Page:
WC1We are a Welcoming Congregation, recognized by the Unitarian Universalist Association. This means we affirm and include people who are lesbian, gay, bisexual, transgender, and queer at every level of congregational life—in worship, in program, and in social occasions—welcoming them as whole people.

As a Welcoming Congregation we have pledged to:

  • honor the lives of all people and equally affirm displays of caring and affection without regard for sexual orientation.
  • celebrate diversity by using inclusive language and content in worship.
  • incorporate an understanding of the experience of lesbian, gay, bisexual, transgender, and queer persons throughout all of our programs, including religious education.
  • affirm and celebrate lesbian, gay, bisexual, transgender, and queer issues and history.
  • affirm marriage equality and conduct same-sex weddings.
  • advocate for lesbian, gay, bisexual, transgender, and queer people, promoting justice, freedom, and equality in the larger society. We speak out when the rights and dignity of lesbian, gay, bisexual, transgender, and queer people are at stake.

We recognize that there’s always something more to learn, and remain open to deepening our understanding about the lives of lesbian, gay, bisexual, transgender, and queer people.


How We became a Welcoming Congregation

The UUA’s Welcoming Congregation Program is a completely volunteer program for congregations that see a need to become more inclusive towards bisexual, gay, lesbian, and/or transgender people. It consists of a series of workshops with the goal to reduce prejudice by increasing understanding and acceptance among people of different sexual orientations.

Mountain Light UUC completed the requirements and received its letter of recognition from the Office of Bisexual, Gay, Lesbian, and Transgender Concerns in 2010 March. For more information on the Welcoming Congregation Program you can visit the UUA website: UUA Welcoming Congregation Program.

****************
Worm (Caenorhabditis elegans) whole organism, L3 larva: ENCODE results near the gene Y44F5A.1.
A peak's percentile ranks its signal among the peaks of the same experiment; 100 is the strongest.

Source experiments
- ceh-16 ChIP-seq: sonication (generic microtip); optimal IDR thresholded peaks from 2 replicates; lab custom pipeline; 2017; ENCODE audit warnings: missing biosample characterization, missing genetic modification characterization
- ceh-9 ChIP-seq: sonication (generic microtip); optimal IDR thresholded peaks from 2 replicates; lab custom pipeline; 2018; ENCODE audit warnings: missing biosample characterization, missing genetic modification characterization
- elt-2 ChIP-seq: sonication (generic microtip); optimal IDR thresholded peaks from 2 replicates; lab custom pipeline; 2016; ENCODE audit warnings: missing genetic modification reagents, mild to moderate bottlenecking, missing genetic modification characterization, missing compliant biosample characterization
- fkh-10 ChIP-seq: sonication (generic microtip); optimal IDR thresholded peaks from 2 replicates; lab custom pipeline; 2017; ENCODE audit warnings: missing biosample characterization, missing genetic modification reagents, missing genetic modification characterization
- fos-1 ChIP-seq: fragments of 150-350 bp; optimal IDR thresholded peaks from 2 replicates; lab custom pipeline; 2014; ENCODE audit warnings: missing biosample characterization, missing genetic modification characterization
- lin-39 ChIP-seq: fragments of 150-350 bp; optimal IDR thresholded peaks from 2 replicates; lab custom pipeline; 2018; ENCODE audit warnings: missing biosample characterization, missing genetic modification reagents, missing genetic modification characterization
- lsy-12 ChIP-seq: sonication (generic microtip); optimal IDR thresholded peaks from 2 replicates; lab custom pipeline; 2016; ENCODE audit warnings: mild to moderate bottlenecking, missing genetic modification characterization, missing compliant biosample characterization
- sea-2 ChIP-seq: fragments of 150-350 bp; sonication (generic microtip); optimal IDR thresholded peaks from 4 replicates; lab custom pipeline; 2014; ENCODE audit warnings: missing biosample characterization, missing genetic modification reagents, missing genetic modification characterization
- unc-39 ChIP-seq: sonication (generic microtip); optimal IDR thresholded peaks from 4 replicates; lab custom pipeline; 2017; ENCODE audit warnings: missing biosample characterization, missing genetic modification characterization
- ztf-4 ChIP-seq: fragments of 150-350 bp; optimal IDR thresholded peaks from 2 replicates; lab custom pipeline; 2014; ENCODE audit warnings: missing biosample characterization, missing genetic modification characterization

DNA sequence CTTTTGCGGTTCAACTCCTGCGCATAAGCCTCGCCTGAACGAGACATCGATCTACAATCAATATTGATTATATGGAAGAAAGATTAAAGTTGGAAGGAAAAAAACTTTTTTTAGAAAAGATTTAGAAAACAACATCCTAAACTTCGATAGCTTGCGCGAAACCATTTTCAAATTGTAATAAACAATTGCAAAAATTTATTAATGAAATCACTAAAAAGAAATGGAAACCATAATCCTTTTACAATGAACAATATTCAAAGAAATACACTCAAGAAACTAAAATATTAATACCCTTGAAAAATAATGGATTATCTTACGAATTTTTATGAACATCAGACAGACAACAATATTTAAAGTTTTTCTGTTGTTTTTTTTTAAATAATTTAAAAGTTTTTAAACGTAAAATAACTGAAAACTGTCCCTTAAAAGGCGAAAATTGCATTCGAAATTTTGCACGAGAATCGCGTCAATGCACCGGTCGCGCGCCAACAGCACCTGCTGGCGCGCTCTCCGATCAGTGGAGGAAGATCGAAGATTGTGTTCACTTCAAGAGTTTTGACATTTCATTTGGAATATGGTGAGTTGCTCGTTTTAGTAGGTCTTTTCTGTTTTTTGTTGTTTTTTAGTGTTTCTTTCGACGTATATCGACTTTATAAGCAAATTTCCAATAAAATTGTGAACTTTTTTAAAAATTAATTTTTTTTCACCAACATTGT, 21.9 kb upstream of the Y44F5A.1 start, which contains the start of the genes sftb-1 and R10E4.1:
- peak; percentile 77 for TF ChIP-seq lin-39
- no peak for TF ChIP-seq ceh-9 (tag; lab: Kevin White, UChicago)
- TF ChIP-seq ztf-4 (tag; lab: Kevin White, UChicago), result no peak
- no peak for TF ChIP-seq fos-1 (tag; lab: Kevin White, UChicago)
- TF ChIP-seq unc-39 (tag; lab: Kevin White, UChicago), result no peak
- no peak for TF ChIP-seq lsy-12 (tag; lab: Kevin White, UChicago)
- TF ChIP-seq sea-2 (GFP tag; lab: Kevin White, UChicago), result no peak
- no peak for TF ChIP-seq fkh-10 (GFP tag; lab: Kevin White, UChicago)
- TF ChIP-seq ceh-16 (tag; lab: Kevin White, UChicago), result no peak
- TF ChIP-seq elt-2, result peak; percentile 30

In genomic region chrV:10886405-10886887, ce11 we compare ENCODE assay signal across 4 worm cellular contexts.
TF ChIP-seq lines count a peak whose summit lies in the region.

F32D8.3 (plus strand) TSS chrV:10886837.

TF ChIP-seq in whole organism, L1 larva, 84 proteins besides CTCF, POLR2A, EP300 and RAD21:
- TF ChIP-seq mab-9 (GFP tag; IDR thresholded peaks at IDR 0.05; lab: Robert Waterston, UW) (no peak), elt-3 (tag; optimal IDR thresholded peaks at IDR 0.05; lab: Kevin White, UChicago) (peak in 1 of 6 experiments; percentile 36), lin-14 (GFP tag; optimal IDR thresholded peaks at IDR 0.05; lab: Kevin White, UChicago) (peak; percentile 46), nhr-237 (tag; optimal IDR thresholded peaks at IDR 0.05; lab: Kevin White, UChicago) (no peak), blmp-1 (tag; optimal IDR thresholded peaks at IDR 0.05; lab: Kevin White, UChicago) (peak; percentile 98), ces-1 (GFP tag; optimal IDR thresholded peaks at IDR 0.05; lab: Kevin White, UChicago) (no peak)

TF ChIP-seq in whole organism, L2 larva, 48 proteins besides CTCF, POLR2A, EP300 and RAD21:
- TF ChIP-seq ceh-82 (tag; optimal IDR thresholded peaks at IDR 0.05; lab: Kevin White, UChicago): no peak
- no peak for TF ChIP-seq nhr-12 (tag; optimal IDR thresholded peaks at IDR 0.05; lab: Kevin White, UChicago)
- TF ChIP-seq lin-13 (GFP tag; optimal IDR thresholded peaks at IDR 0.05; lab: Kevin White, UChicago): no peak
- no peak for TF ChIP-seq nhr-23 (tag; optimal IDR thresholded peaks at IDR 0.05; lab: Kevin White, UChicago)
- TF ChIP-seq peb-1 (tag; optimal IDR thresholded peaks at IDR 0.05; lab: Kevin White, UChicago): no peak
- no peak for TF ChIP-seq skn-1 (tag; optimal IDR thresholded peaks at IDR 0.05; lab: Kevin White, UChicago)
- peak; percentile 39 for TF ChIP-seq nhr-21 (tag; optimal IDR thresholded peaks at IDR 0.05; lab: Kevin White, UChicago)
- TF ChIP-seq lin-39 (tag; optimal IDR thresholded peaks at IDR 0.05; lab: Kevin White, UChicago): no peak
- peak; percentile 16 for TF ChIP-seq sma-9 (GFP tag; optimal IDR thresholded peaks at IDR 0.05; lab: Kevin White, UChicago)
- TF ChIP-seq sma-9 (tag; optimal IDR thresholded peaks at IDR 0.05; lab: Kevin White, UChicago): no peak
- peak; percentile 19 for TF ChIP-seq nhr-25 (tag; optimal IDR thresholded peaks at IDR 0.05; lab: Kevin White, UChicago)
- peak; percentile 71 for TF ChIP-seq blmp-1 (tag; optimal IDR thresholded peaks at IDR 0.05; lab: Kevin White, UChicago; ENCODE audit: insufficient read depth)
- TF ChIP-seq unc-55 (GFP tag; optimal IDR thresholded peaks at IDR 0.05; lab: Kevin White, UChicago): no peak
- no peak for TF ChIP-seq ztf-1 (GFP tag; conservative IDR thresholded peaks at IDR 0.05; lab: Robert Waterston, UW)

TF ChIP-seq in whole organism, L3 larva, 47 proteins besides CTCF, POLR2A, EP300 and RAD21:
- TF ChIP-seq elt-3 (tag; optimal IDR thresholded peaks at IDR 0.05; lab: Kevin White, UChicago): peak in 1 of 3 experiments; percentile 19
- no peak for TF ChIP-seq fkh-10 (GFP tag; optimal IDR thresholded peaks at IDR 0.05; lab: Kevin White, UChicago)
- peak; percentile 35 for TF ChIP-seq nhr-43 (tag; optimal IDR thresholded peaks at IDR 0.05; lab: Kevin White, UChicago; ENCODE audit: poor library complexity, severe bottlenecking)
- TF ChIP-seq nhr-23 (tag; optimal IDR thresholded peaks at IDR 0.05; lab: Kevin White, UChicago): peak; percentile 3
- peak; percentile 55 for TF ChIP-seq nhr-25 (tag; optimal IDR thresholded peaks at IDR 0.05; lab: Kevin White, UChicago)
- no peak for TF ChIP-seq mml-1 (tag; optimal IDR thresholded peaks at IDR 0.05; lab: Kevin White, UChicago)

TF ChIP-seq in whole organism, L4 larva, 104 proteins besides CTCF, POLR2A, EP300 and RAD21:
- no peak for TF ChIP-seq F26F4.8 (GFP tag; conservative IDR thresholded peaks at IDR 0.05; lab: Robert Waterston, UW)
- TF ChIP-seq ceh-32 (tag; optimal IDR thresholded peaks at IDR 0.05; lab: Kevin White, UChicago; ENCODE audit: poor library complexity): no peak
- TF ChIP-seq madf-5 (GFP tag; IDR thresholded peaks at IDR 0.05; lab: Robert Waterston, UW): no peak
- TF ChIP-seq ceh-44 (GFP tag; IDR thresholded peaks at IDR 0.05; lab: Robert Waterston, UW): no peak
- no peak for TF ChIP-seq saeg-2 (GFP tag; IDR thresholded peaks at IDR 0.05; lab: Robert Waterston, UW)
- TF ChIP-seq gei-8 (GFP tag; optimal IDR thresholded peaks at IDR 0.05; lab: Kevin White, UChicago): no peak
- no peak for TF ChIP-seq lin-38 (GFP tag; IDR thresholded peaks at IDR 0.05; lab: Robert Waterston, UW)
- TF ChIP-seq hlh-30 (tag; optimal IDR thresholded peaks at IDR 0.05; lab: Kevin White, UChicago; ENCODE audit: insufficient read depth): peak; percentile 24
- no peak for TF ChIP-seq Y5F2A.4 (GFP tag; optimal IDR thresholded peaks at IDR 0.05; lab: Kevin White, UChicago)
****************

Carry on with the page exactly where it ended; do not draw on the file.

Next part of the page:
Beginning the Welcoming Congregation Program

In 2006 January, the congregation of Mountain Light Unitarian Universalist Church decided to embark on a two-year journey examining issues related to homosexuality and gender identity. Bruce Blaisdell, Janet Dunsmore, and Gary Kaupman agreed to serve on the planning committee. The Goals that they set for the Welcoming Congregation process were as follows:

  1. Explore thoughts, feelings, and current knowledge about sexual orientation and gender identity.
  2. Probe the origins of our beliefs about sexual orientation and gender identity.
  3. Test attitudes toward sexual orientation and gender identity in our church and local community and their connections to current social issues such as HIV/AIDS, racism, sexism, ableism, ageism, and so on.
  4. Understand the experiences of bisexual, gay, lesbian, and/or transgender people.
  5. See the effects of heterosexism and homophobia on people of all sexual orientations and gender identification in UU congregations.
  6. Explore the relationship between religion and homosexuality.
  7. Devise individual and institutional strategies for MLUUC to become more welcoming to bisexual, gay, lesbian, and/or transgender people and their families.

The process of becoming a Welcoming Congregation begins with the participating individuals examining their own beliefs, values, and experiences related to homosexuality and gender identity. To facilitate this process we used a self-assessment survey provided in the UUA curriculum. We linked this survey to our e-newsletter. Participants printed, completed, and submitted the survey at church so that anonymity could be maintained.

Using the curriculum published by the Unitarian Universalist Association, we scheduled Sunday Services every other month during 2006 and 2007 to explore these topics. Fred Crimi and Donna Waddell lead the Sunday Services. These special services focused on the Welcoming Congregation Program.

2006 Welcoming Congregation Program Services:

JAN 08, “Introduction to the Welcoming Congregation Process”
A program using the UUA curriculum format.

MAR 12, “What We Know and How We Learned It”
A program using the UUA curriculum format.

APR 02, “Political Activism in the State of Georgia on Behalf of People Who Are BGLT”
Our guest speaker was Chuck Bowen, Executive Director of Georgia Equality.

MAY 14, “Common Elements of Oppression”
A program using the UUA curriculum format.

JUL 09, “The Radical Right”
Our guest speaker was Rev. Heather Collins, UUA minister. Rev. Collins identified passages in the Judeo-Christian Bible that are commonly used to denounce the “homosexual lifestyle”.

OCT 01, “Gender Socialization and Homophobia”
Our guest speaker was Joseph Zolobczuk, Education & Training Specialist, Yes Institute, Miami FL. Joseph used magazine advertisements to illustrate a point about the pervasiveness of gender roles and expectations.

NOV 12, “Religion and Homosexuality”